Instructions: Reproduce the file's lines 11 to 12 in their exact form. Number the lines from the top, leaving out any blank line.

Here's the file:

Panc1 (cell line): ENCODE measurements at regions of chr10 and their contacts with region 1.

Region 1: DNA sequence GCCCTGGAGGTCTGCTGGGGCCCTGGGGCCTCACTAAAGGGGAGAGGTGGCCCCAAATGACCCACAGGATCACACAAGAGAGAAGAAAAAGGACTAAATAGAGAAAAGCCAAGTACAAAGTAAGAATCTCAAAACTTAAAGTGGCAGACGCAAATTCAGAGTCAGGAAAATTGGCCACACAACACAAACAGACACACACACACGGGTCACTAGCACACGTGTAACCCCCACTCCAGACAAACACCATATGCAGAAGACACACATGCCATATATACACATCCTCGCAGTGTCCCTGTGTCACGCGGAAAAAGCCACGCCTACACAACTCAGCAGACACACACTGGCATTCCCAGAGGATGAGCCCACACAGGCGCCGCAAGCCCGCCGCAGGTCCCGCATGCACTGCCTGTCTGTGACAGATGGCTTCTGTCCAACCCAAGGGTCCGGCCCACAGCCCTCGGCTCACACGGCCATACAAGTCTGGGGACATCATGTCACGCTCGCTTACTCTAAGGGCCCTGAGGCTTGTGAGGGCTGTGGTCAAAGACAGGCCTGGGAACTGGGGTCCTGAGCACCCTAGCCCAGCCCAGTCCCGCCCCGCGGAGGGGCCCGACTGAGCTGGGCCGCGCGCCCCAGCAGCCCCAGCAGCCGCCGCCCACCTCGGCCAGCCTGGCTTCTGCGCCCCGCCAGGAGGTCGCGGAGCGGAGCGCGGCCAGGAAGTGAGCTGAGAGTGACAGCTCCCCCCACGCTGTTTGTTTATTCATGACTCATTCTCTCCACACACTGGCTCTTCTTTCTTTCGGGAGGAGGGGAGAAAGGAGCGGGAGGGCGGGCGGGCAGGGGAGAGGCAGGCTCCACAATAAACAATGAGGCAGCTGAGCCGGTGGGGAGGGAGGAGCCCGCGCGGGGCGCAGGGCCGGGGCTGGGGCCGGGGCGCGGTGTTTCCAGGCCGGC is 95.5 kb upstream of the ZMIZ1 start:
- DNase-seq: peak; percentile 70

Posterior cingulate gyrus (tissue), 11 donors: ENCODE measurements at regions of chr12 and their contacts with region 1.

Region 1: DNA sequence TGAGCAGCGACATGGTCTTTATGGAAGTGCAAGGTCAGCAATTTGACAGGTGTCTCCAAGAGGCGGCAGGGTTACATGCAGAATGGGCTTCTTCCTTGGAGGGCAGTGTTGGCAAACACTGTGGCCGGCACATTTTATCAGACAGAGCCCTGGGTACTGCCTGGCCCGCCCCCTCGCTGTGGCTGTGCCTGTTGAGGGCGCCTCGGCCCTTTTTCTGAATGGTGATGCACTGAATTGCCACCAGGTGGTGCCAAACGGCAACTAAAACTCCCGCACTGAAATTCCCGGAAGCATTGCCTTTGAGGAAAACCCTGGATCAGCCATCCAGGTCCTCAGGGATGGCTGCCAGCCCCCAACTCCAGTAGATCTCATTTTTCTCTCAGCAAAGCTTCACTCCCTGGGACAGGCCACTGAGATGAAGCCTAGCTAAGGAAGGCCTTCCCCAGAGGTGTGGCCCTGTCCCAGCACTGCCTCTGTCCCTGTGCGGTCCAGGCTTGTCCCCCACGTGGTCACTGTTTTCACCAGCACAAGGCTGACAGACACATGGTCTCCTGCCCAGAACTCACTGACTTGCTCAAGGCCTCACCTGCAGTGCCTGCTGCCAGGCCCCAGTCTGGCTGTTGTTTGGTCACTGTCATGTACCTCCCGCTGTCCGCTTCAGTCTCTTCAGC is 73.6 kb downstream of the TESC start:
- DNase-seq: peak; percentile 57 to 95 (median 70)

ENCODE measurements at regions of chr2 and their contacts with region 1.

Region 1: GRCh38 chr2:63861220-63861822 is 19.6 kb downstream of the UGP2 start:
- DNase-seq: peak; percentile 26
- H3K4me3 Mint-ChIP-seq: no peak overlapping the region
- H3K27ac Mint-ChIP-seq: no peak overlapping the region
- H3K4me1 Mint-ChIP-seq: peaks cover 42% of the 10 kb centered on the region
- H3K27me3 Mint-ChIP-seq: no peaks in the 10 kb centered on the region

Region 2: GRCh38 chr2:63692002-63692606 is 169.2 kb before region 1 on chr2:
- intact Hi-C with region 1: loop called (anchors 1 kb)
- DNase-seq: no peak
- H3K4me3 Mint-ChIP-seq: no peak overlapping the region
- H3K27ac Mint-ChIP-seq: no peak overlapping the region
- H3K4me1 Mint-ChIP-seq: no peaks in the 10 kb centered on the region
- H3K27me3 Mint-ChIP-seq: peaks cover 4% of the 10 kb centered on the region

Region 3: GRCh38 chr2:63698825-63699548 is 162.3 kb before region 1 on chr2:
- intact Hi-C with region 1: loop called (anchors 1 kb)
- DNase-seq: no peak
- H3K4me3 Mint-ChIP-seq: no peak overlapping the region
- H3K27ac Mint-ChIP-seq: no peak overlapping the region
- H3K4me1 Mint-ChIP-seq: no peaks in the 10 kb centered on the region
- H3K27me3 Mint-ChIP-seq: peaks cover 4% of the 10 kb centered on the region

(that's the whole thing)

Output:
- H3K27ac Mint-ChIP-seq: no peak overlapping the region
- H3K4me1 Mint-ChIP-seq: peaks cover 42% of the 10 kb centered on the region